Over the last thirteen years I have taught or involved myself in education in a variety of non-traditional roles. Primarily I have been concerned with engaging at-risk or disadvantages youth. Simultaneously I have been an avid user of virtual environments, most notably games and especially massively multiplayer online role playing games (MMORPG). These dual passions eventually led to an introduction to a community of gamer educators who were passionate about taking the features of games in the classroom.
Several educators noted the rich literary opportunities. A few educators were intrigued my the opportunity to explore simulated environments that parallel the real world but did not have the costs associated with traditional labs or live action simulations. These content specialized interests have not driven my interest as much as the level of engagement that students experience in games. This particular feature of games fascinates me.
Tracking these mechanics and lifting them from the context of games and into the learning environment is one of my goals. (I do not mean this to indicate that I think these mechanics can be nakedly lifted from games and placed within education. This is a more critical and complicated interaction than I have space to describe here). I plan to form a collaboration with educators practicing game enhanced learning strategies to develop an artifact that may assist educators in implementing engaging mechanics in their curriculum in useful and timely ways. Having a group working on this is quite important due to my limitations as a researcher.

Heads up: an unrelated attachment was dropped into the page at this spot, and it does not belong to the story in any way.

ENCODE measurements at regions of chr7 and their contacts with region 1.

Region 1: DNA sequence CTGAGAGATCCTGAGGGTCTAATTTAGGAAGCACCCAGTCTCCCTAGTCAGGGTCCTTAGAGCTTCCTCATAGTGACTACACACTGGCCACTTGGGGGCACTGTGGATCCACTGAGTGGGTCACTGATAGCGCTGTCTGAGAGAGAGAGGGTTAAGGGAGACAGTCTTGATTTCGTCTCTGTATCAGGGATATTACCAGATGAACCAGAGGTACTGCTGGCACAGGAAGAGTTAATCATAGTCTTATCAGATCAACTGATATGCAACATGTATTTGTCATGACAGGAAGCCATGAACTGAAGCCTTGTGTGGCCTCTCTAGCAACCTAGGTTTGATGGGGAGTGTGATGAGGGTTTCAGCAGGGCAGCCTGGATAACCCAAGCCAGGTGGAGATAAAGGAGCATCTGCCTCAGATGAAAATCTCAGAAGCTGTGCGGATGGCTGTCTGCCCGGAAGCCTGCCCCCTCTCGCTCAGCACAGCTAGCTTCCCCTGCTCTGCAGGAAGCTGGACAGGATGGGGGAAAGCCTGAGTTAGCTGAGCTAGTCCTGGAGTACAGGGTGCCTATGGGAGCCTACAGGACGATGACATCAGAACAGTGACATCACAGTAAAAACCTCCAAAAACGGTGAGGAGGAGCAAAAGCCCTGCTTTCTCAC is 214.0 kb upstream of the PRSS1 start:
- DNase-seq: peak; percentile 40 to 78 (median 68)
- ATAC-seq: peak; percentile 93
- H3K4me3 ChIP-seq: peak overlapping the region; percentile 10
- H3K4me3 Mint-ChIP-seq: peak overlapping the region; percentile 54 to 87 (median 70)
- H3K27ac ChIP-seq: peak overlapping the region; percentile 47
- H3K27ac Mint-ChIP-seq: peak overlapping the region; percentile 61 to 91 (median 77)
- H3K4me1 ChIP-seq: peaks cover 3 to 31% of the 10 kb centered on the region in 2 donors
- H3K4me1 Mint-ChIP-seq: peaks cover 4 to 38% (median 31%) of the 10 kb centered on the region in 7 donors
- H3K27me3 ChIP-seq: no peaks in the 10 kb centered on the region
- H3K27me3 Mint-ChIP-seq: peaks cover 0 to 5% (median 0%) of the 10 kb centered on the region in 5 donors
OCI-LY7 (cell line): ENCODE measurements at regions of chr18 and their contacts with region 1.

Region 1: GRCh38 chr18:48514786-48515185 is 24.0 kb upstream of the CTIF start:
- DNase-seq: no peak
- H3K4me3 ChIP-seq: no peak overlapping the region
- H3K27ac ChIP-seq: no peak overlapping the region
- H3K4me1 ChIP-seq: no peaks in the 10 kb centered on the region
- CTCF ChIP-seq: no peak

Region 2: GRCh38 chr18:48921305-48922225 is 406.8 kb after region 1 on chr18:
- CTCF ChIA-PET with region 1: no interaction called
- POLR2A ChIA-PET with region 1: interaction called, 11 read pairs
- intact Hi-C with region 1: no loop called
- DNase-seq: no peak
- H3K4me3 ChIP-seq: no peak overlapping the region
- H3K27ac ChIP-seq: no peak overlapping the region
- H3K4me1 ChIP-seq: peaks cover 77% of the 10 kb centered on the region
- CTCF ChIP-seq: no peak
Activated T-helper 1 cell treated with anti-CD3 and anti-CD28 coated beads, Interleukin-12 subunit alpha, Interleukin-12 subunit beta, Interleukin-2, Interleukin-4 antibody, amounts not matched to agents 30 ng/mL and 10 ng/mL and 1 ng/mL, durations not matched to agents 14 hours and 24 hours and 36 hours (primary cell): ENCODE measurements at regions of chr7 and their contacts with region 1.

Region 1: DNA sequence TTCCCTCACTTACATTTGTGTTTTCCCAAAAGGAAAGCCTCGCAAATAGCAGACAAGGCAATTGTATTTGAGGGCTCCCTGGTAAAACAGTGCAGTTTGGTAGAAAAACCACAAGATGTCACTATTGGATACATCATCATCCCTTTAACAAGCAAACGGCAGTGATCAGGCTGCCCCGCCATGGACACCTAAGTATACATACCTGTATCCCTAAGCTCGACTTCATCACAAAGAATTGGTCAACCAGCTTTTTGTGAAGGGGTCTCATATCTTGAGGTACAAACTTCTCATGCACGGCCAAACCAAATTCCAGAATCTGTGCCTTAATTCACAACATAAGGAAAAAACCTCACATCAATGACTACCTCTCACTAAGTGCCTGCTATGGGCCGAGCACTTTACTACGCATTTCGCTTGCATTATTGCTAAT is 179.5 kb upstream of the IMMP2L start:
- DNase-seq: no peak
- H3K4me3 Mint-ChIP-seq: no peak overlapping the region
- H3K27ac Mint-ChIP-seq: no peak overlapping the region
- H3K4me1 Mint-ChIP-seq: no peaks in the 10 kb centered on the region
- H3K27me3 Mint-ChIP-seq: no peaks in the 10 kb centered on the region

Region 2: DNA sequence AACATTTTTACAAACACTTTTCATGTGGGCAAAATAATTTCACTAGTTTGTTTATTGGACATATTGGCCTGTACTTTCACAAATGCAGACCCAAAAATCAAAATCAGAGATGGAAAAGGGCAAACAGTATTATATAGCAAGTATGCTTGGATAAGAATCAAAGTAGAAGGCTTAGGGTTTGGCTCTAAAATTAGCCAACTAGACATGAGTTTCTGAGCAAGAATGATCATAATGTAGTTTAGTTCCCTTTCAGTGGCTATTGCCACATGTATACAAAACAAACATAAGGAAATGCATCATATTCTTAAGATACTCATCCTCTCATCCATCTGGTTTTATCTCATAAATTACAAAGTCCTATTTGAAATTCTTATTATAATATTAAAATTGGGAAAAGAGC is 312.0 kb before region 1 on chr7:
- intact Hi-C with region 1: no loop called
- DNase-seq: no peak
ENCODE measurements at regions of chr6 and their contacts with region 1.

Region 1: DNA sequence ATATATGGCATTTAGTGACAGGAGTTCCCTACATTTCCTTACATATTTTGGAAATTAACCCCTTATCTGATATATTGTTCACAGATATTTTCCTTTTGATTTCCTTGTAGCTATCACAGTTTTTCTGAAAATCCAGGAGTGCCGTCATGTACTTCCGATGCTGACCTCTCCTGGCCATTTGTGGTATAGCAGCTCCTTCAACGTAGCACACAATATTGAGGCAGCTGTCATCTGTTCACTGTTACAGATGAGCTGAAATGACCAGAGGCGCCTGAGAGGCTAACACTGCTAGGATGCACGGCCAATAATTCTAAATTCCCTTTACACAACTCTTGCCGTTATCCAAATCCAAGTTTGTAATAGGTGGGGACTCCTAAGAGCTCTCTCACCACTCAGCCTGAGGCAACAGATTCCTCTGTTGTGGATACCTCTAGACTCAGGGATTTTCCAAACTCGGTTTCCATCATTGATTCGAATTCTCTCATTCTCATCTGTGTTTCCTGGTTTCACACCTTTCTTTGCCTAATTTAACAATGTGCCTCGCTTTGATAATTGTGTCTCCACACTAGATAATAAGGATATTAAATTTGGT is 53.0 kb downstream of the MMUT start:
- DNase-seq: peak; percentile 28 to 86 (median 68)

My experiences limit me in that my concepts are influenced by deep knowledge of game design mechanics. Due to this I need collaborators who lack this understanding yet still have an interest in games for learning in order to help clarify the any artifacts. My lack of “traditional” classroom experience can also be seen as limiting since a traditional classroom teacher may not find my findings generalizable. This is yet another reason for a diverse force of collaborators. I think through diversity in experimental contexts the findings might be generalizable enough for further spread and usability of the artifact.